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The heat equation, as an introductory PDE.

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Supported by viewers: 3b1b.co/de2thanks

Infinite powers, by Steven Strogatz:

amzn.to/3bcnyw0

Typo corrections:

- At 1:33, it should be “Black-Scholes”

- At 16:21 it should read "scratch an itch".

If anyone asks, I purposefully leave at least one typo in each video, like a Navajo rug with a deliberate imperfection as an artistic statement about the nature of life ;)

And to continue my unabashed Strogatz fanboyism, I should also mention that his textbook on nonlinear dynamics and chaos was also a meaningful motivator to do this series, as you'll hopefully see with the topics we build to.

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Animations made using manim, a scrappy open source python library. github.com/3b1b/manim

If you want to check it out, I feel compelled to warn you that it's not the most well-documented tool, and has many other quirks you might expect in a library someone wrote with only their own use in mind.

Music by Vincent Rubinetti.

Download the music on Bandcamp:

vincerubinetti.bandcamp.com/album/the-music-of-3blue1brown

Stream the music on Spotify:

open.spotify.com/album/1dVyjwS8FBqXhRunaG5W5u

If you want to contribute translated subtitles or to help review those that have already been made by others and need approval, you can click the gear icon in the video and go to subtitles/cc, then "add subtitles/cc". I really appreciate those who do this, as it helps make the lessons accessible to more people.

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3blue1brown is a channel about animating math, in all senses of the word animate. And you know the drill with MRpost, if you want to stay posted on new videos, subscribe: 3b1b.co/subscribe

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Ayy, that's actually a 4D structure, cuz we are putting each infinitesimally small change in the curve shape one after the other along the time axis. Well in simpler words, you can say, that this is how a 2D curve look like changing over time, in 4D. The fourth axis is time axis.

Enjoying "Infinite Powers" on Audible. Thanks for the recommendation.

just enjoyed the graphics , great . thanks.

It seems like "Delta Delta T_2" would be more descriptive since we are discussing how the middle temperature (T_2) changes.

Those "Fourier" circles are amazingly mesmerizing! Kind regards

3B1B deserves a Nobel Prize for explaining math! Simply outstanding, yet again.

can't even find the words for how good you can make people understand such hard things ! as a student in theoretical mechanical engineering, I'm just amazed and so thankful that u gave some color and visuals to the letters and white boards of my teachers at university ! thanks ! aaaaaa LOOOOOOOTTTTT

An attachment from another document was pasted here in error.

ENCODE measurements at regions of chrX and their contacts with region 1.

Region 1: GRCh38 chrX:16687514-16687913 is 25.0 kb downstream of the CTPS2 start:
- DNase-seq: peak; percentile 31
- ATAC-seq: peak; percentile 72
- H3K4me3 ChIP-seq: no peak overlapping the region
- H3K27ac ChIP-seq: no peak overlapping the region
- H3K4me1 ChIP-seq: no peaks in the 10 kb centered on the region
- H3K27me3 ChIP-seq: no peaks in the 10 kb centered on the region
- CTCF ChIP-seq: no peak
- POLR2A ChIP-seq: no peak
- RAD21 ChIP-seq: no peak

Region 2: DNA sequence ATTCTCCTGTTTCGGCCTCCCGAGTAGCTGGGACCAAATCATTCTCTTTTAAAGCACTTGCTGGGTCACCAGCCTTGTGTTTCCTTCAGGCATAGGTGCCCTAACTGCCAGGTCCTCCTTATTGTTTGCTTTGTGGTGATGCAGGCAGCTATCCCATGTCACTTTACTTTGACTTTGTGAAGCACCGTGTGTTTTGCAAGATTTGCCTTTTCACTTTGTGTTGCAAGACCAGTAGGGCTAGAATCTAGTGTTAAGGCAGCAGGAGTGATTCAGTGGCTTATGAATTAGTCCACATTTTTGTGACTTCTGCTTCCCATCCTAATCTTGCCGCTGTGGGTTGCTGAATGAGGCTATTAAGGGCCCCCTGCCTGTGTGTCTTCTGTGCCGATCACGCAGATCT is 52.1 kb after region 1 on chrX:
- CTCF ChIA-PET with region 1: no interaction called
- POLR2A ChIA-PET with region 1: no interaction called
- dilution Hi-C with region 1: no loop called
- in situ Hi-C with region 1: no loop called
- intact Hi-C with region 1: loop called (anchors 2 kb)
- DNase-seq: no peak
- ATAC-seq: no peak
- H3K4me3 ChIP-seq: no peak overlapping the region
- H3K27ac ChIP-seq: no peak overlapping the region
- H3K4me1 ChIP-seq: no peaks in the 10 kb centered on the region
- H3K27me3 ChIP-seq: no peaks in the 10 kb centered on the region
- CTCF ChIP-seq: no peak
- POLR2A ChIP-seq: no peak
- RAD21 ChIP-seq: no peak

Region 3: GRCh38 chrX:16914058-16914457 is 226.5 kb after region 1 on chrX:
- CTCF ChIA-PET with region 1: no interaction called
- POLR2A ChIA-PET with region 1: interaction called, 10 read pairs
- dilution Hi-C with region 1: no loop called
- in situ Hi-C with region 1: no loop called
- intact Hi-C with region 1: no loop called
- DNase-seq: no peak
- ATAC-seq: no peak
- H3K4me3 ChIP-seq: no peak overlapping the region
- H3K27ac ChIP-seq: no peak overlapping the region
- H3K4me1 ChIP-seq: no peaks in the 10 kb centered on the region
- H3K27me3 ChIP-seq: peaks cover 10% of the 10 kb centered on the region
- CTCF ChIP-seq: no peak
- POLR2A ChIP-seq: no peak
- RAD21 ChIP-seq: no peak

Magnificent. Simply magnificent

What does the "alpha" stand for? I assume it's some constant?

do one for wave equation

Nice and easy explanation. Love it

Oh honey. You're brilliant, you know. Handsome voice. You MUST be handsome in person! Meteorology was my passion, but I majored in microbiology (a close second!) because I was afraid of graduate-level fluid dynamics and the very idea of thesis defense to this bashful gent was simply too much to bear. But I went to a state college famous for its engineering program and as such took the most rigorous math classes I could find. At a community college in Durham in 2011-2012, as luck would have it, I chanced upon two women who would change my life forever. One held a master's degree in math education from UNC, and the other held a PhD in mathematics from Brown. These ladies were diamonds in a thrift store, my friend. There were questions they simply wouldn't answer because they *wanted* us to wrestle with the concept. My brain ached and bled but in solving those widow-maker take-home quizzes, I made connections with the natural world I wouldn't have conceived in a thousand years. Me, low-born trailer trash, solving partial differential equations at a fucking community college in my mid-30s a mile away from a crime nucleus. Anyway, before I get too maudlin, I'd like to thank you for your work. It's beautiful stuff.

What software u use to create your animations

*TIL:* 2 very important terms 1:18 14:45 Laplacian Operator: ∇² (nabla squared) : it simply means sum of 2nd order PDs wrt all spatial dimensions - i.e. multivariable version of second derivative 10:54 ΔΔ or ∂² : as (diff b/w T and average of its neighbours)

15:14 ahhhh i see why ur videos were mentioned in khan academy. Your experience there must have been the foundation stone for this channel rightttt??

Another sketchy part at 11:36. I would not just skip over how your finite difference becomes a derivative, because they have different physical dimensionality. Such “intuitions” can confuse students a lot.

Mistake at 6:46. A partial derivative is not a ratio, unlike a full derivative.

Has "Infinite Powers" been released as an audio book? I'd love to listen while I'm commuting.